Michelle D. Gavin is senior fellow for Africa Studies at the Council on Foreign Relations. She has over twenty years of experience in international affairs in government and non-profit roles. She was formerly the managing director of The Africa Center, a multidisciplinary institution dedicated to increasing understanding of contemporary Africa. From 2011 to 2014 she was the United States ambassador to Botswana, and served concurrently as the United States representative to the Southern African Development Community (SADC).
In our GP Interview Ms Gavin talks about the demands of Africa’s youth for political participation, current trends in governance and the human rights situation, especially in Uganda.
The enormous age gap between the population and the government in various African states leads to many young Africans feeling excluded from active participation in politics. Michelle Gavin calls for change: “The leadership is going to have to start looking more like the society it purports to lead.”
The latest Ibrahim Index of African Governance shows a decline in African governance performance for the first time in a decade. Africa is part of a global trend of democratic recession and surging authoritarianism – especially in times of a pandemic. However, as Gavin points out in our interview, various African states have been making progress. “It’s not as if there are no positive stories about democracy and respect, particularly for civil and political rights on the continent.”.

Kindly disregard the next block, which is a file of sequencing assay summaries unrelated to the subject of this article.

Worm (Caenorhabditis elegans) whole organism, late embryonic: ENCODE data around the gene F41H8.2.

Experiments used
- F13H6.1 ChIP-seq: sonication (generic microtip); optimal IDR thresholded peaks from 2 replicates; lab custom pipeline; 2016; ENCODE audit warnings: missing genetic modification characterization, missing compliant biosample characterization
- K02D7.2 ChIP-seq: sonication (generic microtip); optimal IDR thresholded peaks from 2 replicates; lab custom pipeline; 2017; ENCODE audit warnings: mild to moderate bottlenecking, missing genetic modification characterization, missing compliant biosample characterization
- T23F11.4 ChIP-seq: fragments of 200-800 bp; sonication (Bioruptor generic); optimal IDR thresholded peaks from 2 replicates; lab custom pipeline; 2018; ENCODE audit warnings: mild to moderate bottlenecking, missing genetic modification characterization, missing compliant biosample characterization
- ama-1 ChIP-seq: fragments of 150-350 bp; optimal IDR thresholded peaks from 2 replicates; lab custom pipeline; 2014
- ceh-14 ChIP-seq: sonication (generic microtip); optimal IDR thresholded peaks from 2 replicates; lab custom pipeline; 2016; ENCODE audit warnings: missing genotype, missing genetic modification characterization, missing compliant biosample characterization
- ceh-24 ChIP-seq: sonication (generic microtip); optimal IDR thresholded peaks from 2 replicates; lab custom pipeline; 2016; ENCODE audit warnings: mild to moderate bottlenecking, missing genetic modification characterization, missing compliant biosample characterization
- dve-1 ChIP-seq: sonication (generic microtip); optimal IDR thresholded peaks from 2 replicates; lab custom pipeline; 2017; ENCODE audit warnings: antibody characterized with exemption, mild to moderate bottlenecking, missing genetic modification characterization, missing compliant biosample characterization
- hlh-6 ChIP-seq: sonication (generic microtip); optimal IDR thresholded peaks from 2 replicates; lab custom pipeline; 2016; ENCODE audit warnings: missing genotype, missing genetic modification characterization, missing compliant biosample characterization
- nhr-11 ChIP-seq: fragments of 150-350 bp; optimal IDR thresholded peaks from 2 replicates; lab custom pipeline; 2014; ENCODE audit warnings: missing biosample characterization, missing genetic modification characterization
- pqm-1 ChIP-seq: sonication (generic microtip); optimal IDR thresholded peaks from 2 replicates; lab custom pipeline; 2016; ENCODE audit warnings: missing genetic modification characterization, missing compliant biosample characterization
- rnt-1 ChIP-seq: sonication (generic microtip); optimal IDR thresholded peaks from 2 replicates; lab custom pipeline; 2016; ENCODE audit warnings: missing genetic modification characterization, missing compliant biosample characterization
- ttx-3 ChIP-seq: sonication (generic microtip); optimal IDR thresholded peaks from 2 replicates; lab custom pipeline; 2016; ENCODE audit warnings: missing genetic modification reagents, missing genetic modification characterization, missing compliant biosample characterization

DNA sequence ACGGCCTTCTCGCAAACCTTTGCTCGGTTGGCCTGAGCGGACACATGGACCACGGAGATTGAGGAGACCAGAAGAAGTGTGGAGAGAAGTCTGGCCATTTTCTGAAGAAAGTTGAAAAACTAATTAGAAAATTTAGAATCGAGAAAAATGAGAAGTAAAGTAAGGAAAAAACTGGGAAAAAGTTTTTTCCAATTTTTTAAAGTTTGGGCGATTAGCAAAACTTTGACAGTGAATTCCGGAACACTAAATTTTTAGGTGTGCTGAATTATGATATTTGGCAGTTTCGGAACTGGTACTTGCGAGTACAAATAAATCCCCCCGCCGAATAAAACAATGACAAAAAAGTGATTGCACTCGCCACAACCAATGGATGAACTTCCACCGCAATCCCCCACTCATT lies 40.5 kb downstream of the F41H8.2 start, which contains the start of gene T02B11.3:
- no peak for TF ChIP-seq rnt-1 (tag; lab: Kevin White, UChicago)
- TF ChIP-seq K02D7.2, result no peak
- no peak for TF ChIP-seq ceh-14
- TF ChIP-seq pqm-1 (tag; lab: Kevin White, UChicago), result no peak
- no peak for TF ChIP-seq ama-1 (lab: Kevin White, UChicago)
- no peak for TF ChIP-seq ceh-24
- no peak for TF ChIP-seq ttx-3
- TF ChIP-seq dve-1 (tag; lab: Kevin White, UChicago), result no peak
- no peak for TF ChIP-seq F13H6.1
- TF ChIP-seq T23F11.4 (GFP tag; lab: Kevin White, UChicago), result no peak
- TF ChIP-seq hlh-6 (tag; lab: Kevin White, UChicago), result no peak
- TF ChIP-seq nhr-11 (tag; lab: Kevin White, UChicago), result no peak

As Michelle Gavin analyses, “there is no question that the electoral process [in Uganda] was deeply flawed”. The pre-election conditions, the consistent intimidation of opposition candidates such as Bobi Wine and their supporters at the use of state resources as well as the disappearance, abduction and torturing of opposition supporters reveal deep problems in the governance system in Uganda. But Gavin has high hopes: “The status quo is unsustainable and change will eventually come to Uganda.”
To strengthen systems of governance in Uganda and elsewhere, and thus prevent human rights abuses and enable fair elections in the future, Gavin calls for the international community to exchange more “with young people in African states to get a clearer understanding of how they feel about government, the political process, their opportunities to engage”.
Read the full interview here:
GPI: The African continent has the youngest population in the world with a median age of 19.5 years, whilst the average age of an African president is 62 years. Many young Africans feel excluded from active participation in politics. What are your thoughts on this?
Michelle Gavin: I actually think this is one of the most important issues to wrap our minds around if we’re really going to understand the trajectory of most African states. The population skews incredibly young. The leadership – more so even than in other regions – tends to be quite old. And that gap in lived experience is where I think we’re going to see the kind of drivers for political change going forward. There is an awful lot of young people looking for opportunity and a sense of ownership and a stake in their society. So, I think that has not only serious economic structural implications, but big political implications. And it’s going to have to change the society – the leadership is going to have to start looking more like the society it purports to lead.
GPI: The newly published Amnesty International report states that authoritarian leaders are increasingly violating human rights. The COVID-19 pandemic is being used to facilitate these violations. These findings are in line with the latest Ibrahim index, which shows a decline in African governance performance for the first time in a decade. What is your interpretation of the state of human rights across Africa in 2021?